Journal of Poverty - Leah Hamilton and James Mulvale - 20 May 2019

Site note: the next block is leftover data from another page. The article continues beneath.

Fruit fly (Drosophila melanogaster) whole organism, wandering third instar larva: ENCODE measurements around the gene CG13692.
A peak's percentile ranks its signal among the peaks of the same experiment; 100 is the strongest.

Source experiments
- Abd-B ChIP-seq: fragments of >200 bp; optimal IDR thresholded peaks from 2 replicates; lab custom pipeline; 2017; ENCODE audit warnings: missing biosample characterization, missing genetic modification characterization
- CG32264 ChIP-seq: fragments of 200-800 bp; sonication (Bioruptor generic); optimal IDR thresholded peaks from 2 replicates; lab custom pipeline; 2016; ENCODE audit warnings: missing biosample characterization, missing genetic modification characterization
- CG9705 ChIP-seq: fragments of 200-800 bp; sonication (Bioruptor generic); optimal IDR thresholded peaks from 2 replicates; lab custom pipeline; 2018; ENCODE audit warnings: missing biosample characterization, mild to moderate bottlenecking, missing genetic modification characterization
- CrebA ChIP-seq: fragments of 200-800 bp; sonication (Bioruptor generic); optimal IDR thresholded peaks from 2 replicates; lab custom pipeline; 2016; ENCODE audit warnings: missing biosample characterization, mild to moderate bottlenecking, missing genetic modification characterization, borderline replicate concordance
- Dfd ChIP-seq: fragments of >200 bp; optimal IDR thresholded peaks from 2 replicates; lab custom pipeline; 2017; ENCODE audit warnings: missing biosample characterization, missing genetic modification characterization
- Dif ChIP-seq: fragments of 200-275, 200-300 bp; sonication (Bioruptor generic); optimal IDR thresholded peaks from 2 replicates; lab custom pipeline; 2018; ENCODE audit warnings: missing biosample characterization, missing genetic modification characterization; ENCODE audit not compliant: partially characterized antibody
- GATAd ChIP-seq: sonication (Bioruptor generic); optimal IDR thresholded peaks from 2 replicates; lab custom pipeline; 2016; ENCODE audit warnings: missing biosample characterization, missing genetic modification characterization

This article compares social assistance in Ontario with a pilot project to test basic income as an alternative method of enabling economic security and social participation. Interviews conducted with pilot recipients indicated a desire to be financially independent, but that the conditionality of traditional programs had negative repercussions including work disincentives and bureaucratic hurdles. Respondents reported that basic income improved their nutrition, health, housing stability, and social connections; and better facilitated long-term financial planning.
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